Burns' response was superb though and he took the fight to Martinez, playing the hard-hitting champion at his own game and landing a string of powerful shots throughout a gripping 12 rounds.
Martinez, who won the title from Essex fighter Nicky Cook in Manchester inside four rounds last March, had twice defended his title convincingly and won 15 of his 25 previous fights within the distance.
The clear favourite must have thought he was on his way to another simple success when his right hand had Burns down for a mandatory eight count towards the end of the first round, although Burns seemed to have been pushed off balance more than badly shaken.
Burns landed some powerful shots in the following round but Martinez was able to duck out of harm's way and had Burns on the ropes in the closing seconds. An uppercut rocked the champion in the following round but he recovered and a powerful right jab had Burns falling back on the ropes in the final seconds.
The fourth round continued in the same manner with both boxers landing powerful punches, although the champion's mobility appeared to be an advantage.
I showed heart of a champion - Burns
But Burns took the fifth round convincingly, two brilliant right hooks putting Martinez under serious pressure at either end, the Coatbridge boxer producing an impressive sequence of punches after the first and the bell then coming to Martinez's rescue.
Commonwealth champion Burns dominated the next three rounds although Martinez never looked completely out of the contest. The ninth round was a scrappier affair but Burns finished it in trouble after finding himself on the ropes and struggling to get back on the front foot.
The Scot recovered well in an even 10th round and gained the upper hand in the penultimate round despite being caught by a left hook in the final seconds.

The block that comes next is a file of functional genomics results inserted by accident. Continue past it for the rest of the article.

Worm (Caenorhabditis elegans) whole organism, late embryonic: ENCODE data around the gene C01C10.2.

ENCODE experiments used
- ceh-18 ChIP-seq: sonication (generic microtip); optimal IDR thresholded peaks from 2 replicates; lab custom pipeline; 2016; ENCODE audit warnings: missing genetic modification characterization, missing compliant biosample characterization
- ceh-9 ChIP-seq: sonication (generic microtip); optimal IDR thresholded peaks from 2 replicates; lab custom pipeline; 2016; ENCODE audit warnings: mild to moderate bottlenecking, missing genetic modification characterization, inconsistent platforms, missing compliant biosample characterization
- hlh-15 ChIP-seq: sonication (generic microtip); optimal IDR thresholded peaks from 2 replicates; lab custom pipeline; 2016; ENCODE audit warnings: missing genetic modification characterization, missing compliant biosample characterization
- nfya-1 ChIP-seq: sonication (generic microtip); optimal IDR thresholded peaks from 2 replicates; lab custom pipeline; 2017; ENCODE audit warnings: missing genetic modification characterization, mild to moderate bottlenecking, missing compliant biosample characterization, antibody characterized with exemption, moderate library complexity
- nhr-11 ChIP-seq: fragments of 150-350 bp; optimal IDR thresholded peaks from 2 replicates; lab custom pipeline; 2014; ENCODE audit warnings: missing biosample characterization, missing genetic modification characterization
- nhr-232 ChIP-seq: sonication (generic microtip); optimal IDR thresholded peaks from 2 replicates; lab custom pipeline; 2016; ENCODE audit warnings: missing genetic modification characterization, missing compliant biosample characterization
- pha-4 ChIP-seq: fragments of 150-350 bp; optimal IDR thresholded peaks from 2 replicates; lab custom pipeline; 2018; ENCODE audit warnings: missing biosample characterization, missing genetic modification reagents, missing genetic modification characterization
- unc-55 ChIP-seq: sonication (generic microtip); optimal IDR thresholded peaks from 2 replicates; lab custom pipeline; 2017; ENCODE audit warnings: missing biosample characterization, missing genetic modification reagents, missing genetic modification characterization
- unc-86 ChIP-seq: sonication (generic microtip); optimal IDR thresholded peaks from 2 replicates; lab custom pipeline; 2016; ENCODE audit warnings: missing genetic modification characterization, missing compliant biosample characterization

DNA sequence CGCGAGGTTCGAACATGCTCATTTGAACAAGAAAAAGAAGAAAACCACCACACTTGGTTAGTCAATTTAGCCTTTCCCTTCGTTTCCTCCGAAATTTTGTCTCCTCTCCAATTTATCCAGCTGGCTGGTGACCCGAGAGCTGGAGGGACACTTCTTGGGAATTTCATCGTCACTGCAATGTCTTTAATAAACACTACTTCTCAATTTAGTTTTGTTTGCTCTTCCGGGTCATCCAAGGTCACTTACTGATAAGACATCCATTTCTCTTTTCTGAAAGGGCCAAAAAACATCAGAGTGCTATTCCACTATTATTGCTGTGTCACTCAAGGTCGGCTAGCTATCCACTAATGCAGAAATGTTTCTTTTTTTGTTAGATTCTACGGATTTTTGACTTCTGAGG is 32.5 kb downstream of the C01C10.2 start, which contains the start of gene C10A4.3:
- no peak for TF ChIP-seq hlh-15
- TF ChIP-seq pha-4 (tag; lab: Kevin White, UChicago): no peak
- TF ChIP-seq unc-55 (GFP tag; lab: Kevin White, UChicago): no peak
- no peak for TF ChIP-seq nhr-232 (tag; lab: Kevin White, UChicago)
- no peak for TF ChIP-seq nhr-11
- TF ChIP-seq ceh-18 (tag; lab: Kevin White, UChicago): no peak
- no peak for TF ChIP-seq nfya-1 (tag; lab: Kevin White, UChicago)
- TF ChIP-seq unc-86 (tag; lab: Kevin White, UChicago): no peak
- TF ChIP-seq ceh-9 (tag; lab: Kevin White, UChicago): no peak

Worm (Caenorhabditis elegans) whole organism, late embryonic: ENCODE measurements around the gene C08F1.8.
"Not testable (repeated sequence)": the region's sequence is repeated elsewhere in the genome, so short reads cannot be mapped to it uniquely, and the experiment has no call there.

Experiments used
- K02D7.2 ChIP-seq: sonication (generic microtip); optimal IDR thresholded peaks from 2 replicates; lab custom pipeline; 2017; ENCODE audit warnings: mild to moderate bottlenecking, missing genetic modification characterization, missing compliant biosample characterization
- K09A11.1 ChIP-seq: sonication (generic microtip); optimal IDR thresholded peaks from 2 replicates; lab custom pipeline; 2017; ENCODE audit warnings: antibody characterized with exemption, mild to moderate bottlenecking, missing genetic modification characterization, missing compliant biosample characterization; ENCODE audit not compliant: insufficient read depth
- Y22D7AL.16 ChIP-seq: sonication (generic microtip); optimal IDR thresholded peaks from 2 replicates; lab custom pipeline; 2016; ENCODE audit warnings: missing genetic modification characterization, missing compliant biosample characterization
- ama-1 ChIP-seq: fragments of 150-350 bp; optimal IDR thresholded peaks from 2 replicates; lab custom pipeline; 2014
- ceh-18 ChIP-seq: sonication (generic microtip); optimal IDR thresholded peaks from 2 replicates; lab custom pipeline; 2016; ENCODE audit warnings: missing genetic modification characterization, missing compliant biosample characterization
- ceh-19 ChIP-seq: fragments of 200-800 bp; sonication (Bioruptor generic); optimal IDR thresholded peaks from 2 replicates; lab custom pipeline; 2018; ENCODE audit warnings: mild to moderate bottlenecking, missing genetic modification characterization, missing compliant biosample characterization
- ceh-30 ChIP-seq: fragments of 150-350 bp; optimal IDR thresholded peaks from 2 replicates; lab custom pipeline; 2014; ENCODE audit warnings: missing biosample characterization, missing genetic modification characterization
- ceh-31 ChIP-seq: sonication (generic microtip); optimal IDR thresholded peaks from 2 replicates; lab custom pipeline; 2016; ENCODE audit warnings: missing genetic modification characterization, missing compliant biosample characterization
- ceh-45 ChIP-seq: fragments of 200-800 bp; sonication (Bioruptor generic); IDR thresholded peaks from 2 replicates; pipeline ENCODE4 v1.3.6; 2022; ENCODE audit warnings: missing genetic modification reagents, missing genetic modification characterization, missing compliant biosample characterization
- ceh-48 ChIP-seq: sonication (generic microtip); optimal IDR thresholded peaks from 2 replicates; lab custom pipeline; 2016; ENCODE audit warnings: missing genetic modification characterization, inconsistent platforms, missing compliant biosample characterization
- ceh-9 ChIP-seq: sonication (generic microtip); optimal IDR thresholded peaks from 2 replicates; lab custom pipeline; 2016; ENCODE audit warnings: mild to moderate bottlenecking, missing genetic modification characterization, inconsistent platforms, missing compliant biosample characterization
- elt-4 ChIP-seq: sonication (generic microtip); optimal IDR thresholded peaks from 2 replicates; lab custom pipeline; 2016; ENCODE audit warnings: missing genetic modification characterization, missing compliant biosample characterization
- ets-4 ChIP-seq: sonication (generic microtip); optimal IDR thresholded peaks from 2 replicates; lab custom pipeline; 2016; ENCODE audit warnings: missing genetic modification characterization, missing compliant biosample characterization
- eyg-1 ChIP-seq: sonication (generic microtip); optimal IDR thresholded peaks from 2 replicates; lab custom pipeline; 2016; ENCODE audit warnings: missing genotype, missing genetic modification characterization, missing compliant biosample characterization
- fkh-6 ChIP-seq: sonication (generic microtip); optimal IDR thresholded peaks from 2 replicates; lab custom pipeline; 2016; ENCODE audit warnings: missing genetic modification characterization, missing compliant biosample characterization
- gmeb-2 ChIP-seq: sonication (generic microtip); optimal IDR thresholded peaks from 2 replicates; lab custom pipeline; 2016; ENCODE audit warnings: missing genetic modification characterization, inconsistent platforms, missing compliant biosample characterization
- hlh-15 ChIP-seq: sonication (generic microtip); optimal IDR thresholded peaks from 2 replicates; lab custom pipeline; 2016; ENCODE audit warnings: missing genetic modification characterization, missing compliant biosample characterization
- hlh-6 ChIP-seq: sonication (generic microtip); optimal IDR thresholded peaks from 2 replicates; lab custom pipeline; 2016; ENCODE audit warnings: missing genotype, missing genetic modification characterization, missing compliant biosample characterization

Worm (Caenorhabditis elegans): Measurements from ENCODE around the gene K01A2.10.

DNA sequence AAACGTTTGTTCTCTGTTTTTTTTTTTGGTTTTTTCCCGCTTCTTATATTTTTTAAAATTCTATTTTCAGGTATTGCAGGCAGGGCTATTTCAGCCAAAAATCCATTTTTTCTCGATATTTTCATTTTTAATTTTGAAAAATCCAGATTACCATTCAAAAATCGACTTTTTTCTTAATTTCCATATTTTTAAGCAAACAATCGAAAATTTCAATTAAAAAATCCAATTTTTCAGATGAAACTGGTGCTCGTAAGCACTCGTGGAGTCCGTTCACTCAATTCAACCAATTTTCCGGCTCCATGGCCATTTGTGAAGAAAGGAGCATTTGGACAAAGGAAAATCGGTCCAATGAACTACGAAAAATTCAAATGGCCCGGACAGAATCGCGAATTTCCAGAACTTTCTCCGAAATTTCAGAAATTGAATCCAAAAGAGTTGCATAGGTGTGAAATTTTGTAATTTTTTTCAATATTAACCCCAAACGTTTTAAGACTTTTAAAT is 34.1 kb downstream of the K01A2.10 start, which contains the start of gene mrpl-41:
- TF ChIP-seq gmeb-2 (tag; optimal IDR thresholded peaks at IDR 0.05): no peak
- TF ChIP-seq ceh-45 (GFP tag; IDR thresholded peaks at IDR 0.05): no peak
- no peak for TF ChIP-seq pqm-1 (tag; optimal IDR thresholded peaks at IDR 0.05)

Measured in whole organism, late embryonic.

Martinez came out with all guns blazing in the final round but Burns, roared on by an electric crowd, found the most damaging punch of the round and remained in control despite the champion catching him with a low blow, which was punished by the referee.
"Throughout the fight he did catch us a few times," Burns told Sky Sports. "But, as I said before, I do have a good chin and I took them well. I had to grit my teeth every round there and I'm just overwhelmed.
"I couldn't ask for a better camp behind me, the build up to this fight all I could think about was winning this world title, and now it's here I don't know what to say."
The fight had everything - Warren
In the chief support, Simpson was taking part in his 12th title fight and his experience looked to have told in the middle stages but the 27-year-old tired visibly towards the end of the 12 rounds.
After 116-114 verdicts either way, judge Ian John Lewis awarded the 24-year-old the contest by four rounds to hand him the belt and a guaranteed shot at Martin Lindsay's British title.
The opening two rounds appeared to go either way but Smith's right eye was cut in the third after an apparent clash of heads and Simpson landed two accurate jabs that made their mark in the following round.
Smith was using his jab to good effect but he was caught by sporadic right hooks, although he hurt Simpson in the final stages of the sixth round with a body shot.
An ill-tempered fight remained tight in every sense and more bad feeling was apparent when Simpson retaliated after being caught by his opponent after the bell had signalled the end of the seventh round.
The fight opened up slightly in the ninth and Simpson recovered from an early blow to land several decent shots.
But Smith, whose older brother Paul is British super-middleweight champion, looked more in control in the closing stages, adding several powerful strikes to his consistent jabs to take the belt.
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